Wednesday, June 8, 2011

Police Behind Cola Billboard



This week I have chosen John Clem Clarke's Pop Art image Police Behind Cola Billboard. Pop Art was initially developed in Britain although arguably it was the dominant culture of the United States which made the movement so well known and so popular. Pop art in America and Britain developed differently. In America, it marked a return to hard-edged composition and representational art as a response by artists to defuse the symbolism and ‘painterly looseness’ of Abstract Expressionism. In the US, it was linked to the wealth and prosperity of the post World War II era, and artists of the movement depicted the nation's consumer society and cultural iconography.

John Clem Clarke has worked in New York City since 1964 and his work straddles pop art and appropriation. In his best known work of the 60s Clarke updated scenes from classical art with contemporary figures and settings; he also has previously appropriated exact images, sometimes using reproductions as his source material. John Clem Clarke’s image, entitled Police Behind Cola Billboard, although created in 1995, uses the nostalgic imagery and period cultural icons that Clarke so often employs and that are so characteristic of America and American culture. In the early twentieth century, the Coca-Cola Company ran an advertisement of a beautiful woman drinking a Coke. The copy read; ‘Nothing is so suggestive of Coca-Cola’s own pure deliciousness as the picture of a beautiful, sweet, wholesome, womanly woman.’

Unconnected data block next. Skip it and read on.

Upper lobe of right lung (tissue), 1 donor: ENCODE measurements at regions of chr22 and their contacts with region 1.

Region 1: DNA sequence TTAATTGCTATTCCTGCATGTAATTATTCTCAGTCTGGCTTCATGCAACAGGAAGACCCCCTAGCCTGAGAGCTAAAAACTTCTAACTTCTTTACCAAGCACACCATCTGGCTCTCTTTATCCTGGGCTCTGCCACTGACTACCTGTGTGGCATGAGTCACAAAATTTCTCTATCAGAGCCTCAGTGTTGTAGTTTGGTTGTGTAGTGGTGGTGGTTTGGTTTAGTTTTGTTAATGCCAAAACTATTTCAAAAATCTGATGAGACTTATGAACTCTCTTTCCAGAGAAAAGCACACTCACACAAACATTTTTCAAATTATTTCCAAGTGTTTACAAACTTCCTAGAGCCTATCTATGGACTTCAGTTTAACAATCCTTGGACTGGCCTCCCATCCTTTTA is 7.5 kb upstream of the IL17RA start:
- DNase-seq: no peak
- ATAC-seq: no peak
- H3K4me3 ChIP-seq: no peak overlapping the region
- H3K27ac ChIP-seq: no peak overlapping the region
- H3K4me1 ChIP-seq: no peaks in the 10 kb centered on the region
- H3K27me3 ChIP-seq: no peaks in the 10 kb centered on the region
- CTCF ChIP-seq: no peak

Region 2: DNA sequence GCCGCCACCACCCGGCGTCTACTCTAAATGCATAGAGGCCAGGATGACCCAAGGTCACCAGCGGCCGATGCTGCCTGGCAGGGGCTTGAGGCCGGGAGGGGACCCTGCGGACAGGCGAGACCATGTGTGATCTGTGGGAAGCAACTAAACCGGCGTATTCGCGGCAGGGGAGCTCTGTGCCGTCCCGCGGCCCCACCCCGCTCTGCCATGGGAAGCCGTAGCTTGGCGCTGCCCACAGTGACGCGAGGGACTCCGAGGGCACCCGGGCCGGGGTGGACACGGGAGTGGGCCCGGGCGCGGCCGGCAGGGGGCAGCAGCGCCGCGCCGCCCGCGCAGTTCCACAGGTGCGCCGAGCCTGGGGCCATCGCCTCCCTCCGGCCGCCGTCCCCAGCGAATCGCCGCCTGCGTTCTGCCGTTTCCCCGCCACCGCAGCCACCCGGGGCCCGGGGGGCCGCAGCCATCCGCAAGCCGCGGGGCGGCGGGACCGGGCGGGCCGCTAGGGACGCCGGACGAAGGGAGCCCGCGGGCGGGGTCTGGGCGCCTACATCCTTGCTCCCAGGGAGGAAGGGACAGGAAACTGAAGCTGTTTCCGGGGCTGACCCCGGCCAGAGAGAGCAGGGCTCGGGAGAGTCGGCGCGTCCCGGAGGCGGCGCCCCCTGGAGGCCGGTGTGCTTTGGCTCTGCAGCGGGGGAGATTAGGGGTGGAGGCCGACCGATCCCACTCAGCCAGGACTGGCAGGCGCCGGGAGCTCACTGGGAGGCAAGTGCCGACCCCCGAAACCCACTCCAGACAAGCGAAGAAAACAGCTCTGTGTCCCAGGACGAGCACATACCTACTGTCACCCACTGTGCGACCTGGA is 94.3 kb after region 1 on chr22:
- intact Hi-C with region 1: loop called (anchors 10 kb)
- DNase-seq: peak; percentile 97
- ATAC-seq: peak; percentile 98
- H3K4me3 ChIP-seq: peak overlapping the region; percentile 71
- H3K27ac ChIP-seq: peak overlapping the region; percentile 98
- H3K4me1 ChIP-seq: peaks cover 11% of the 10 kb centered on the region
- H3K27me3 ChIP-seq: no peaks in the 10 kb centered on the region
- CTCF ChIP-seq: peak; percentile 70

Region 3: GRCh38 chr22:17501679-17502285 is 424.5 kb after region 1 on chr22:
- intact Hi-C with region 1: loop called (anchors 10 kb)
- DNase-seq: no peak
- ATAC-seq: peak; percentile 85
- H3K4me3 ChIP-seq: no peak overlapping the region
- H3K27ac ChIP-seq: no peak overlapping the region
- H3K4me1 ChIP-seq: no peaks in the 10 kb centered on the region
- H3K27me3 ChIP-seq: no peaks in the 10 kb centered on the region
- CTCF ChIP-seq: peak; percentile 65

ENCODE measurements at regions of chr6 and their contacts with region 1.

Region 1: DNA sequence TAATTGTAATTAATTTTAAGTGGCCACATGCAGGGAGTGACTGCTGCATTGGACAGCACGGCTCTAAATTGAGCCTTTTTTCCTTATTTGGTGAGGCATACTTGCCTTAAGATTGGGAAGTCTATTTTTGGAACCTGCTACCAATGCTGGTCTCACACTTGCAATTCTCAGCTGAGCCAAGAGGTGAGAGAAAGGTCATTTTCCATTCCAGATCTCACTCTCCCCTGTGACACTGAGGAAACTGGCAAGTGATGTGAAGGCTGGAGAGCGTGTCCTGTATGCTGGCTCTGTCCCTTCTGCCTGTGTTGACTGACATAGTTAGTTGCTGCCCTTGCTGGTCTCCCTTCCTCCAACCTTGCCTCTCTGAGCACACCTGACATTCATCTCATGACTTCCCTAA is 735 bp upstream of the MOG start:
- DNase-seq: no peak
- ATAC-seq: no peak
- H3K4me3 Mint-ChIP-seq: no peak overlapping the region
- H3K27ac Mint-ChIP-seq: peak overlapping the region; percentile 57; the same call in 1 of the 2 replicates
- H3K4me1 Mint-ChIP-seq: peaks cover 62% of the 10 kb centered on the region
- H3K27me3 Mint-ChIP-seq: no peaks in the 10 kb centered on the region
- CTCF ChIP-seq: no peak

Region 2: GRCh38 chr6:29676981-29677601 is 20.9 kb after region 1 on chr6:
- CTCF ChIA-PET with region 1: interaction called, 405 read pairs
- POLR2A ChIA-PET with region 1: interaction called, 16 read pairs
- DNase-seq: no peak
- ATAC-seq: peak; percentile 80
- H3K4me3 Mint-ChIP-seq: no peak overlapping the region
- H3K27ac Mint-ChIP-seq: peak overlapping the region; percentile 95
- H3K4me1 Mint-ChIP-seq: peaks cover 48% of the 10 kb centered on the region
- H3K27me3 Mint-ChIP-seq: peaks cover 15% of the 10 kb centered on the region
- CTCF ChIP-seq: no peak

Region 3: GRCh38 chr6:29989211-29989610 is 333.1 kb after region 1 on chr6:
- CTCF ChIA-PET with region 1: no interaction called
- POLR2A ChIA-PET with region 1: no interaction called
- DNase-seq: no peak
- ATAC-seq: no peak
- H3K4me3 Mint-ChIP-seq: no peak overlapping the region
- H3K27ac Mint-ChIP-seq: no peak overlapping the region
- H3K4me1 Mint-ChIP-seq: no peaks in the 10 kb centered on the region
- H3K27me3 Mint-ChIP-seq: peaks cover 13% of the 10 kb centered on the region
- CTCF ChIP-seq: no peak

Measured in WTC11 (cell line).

Associating itself with ‘an ideal American girl’, Coca-Cola directed its appeal to the public’s social desires and cultural familiarity. Clarke takes this advertising concept one step further and combines the ‘Coca-Cola girl’ billboard with the all American theme of the police car chase. His painting Police Behind Cola Billboard is so film like, that it is possible to wonder what will happen next. If it is possible to almost smell the sweat of the boxers in George Bellows Stag at Sharkey’s, then arguably within Clarkes image one can almost hear the ‘hot rod’s’ engine as it nears the police officers hiding place.

These elements highlight this image as fundamentally American, the worship of the industrial and the mechanical represented by the billboard and the police car, the celebration of consumerism represented by the Coca Cola iconography, and the celebration of travel and social mobility signified by the road, another American icon. Therefore this image, and pop art, are unquestionably American, not just by what they show, but also by what they stands for, and what they represent.

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